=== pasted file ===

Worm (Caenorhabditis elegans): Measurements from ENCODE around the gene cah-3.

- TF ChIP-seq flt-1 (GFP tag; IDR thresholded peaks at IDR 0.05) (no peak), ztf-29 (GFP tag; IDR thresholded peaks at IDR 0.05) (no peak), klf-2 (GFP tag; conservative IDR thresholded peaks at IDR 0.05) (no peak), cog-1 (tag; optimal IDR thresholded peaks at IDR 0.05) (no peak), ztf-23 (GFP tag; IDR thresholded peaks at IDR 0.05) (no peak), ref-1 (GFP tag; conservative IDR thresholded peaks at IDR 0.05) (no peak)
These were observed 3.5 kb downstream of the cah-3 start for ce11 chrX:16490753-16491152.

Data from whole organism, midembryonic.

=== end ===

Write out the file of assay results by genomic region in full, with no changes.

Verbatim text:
Worm (Caenorhabditis elegans): Measurements from ENCODE around the gene cah-3.

- TF ChIP-seq flt-1 (GFP tag; IDR thresholded peaks at IDR 0.05) (no peak), ztf-29 (GFP tag; IDR thresholded peaks at IDR 0.05) (no peak), klf-2 (GFP tag; conservative IDR thresholded peaks at IDR 0.05) (no peak), cog-1 (tag; optimal IDR thresholded peaks at IDR 0.05) (no peak), ztf-23 (GFP tag; IDR thresholded peaks at IDR 0.05) (no peak), ref-1 (GFP tag; conservative IDR thresholded peaks at IDR 0.05) (no peak)
These were observed 3.5 kb downstream of the cah-3 start for ce11 chrX:16490753-16491152.

Data from whole organism, midembryonic.